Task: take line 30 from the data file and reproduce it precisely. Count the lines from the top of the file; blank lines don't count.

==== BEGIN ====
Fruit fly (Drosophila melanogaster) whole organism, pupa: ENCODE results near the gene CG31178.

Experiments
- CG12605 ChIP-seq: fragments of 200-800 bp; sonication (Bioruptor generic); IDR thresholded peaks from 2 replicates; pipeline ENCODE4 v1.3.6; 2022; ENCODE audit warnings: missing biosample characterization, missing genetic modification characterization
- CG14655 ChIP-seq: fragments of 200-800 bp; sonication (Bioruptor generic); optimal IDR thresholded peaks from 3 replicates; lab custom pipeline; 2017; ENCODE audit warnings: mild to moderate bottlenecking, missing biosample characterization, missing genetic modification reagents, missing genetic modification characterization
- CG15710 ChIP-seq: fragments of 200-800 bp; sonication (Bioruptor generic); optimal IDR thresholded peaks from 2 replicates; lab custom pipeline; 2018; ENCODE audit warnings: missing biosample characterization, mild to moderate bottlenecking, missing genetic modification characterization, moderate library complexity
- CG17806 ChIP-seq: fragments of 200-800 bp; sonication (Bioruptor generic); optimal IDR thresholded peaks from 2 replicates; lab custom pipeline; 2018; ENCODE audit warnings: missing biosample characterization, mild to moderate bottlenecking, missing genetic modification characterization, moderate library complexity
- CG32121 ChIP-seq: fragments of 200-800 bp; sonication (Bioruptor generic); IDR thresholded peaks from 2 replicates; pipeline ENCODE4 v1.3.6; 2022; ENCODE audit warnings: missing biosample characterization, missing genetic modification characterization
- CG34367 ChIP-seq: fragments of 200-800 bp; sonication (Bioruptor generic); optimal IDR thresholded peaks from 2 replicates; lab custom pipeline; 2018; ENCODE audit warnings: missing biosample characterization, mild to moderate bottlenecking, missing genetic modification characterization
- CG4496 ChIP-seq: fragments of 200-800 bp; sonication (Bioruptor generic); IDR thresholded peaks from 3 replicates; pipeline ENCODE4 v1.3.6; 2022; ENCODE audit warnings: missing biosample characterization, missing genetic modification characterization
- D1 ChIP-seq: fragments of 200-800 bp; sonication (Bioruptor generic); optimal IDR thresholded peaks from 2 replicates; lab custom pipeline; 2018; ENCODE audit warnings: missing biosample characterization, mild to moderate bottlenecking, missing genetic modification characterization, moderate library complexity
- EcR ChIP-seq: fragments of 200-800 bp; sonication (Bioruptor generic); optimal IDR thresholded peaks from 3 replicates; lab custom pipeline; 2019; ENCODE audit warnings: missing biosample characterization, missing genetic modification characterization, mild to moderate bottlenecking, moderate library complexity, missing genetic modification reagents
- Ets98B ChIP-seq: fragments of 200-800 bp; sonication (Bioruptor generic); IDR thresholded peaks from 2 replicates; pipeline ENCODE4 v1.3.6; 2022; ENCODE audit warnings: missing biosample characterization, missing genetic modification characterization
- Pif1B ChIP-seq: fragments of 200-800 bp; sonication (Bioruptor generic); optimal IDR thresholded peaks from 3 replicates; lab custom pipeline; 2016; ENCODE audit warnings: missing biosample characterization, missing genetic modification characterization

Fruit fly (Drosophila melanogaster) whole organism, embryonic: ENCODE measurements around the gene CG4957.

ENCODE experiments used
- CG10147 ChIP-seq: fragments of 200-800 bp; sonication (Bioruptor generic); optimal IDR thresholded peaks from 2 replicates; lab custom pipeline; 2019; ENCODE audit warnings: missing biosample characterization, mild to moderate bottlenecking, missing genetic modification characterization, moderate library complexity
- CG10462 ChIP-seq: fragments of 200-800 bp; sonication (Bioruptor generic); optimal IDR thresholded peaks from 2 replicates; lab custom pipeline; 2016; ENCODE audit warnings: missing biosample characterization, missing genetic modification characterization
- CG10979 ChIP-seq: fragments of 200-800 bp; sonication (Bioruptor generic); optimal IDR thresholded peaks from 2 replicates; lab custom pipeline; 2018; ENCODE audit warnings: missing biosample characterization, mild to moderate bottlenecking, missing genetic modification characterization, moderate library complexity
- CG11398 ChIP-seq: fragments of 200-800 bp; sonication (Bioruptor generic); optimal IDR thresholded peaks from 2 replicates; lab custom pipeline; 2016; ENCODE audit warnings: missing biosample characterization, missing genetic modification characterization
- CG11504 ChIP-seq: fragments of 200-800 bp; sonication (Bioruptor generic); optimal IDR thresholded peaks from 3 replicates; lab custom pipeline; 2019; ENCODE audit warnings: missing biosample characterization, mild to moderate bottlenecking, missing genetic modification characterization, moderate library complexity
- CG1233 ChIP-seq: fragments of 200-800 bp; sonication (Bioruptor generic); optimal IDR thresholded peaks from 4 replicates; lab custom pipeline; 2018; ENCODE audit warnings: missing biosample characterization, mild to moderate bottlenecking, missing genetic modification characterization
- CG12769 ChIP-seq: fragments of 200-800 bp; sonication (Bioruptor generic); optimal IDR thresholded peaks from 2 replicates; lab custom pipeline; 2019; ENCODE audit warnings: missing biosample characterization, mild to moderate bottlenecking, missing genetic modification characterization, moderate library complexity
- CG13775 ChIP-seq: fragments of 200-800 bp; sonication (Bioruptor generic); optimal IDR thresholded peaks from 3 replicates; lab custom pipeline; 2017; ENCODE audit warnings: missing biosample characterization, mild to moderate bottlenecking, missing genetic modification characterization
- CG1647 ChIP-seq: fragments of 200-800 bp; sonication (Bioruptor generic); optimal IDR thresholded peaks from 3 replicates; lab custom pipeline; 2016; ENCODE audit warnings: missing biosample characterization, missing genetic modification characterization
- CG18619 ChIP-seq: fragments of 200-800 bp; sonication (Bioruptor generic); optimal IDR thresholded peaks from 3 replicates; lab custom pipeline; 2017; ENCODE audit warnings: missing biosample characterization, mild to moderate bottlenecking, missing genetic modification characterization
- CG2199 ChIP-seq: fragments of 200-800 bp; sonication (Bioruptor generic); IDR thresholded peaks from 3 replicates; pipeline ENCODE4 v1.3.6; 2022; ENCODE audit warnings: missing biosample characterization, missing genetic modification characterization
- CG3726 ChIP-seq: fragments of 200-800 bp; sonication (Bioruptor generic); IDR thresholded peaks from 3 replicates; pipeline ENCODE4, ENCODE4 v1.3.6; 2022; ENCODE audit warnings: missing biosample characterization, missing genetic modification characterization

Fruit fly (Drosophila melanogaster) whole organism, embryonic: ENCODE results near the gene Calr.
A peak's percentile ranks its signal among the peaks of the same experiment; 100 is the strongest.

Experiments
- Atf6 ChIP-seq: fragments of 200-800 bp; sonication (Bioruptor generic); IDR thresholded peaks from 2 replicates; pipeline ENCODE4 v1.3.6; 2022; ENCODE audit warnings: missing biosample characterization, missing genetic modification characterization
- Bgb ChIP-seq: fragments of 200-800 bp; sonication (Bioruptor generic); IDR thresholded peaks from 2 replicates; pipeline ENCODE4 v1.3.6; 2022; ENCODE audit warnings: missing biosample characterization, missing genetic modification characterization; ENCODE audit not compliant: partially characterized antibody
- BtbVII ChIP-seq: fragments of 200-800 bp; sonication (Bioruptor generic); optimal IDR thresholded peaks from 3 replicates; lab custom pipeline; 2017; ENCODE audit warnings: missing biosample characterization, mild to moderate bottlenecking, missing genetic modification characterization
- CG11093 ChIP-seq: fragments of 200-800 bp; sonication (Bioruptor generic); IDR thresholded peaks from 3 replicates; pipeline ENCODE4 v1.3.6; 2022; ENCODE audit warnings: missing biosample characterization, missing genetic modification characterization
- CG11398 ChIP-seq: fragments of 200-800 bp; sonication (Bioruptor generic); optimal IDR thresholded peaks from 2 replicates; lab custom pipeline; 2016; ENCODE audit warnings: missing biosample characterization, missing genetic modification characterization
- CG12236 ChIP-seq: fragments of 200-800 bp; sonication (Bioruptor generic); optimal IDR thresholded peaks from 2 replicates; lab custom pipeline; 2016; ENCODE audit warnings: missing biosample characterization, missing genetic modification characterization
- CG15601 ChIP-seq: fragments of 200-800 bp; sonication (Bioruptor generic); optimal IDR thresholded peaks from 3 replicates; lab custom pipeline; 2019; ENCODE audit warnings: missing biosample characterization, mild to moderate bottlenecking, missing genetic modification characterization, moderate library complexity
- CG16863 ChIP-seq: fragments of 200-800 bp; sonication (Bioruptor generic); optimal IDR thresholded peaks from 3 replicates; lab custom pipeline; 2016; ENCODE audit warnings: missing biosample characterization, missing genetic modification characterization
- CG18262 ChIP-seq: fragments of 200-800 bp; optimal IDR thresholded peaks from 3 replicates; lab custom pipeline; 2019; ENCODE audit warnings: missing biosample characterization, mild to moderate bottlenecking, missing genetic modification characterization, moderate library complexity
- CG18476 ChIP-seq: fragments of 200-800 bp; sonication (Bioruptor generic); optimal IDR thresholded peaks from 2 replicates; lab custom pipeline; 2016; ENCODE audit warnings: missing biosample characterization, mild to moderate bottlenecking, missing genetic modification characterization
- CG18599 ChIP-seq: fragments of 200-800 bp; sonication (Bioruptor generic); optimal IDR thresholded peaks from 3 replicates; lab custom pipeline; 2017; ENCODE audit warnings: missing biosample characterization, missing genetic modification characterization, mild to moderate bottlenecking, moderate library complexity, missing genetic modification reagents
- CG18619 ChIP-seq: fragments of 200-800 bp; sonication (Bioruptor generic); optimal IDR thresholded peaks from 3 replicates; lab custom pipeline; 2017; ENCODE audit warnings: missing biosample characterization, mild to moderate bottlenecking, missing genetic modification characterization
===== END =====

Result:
Experiments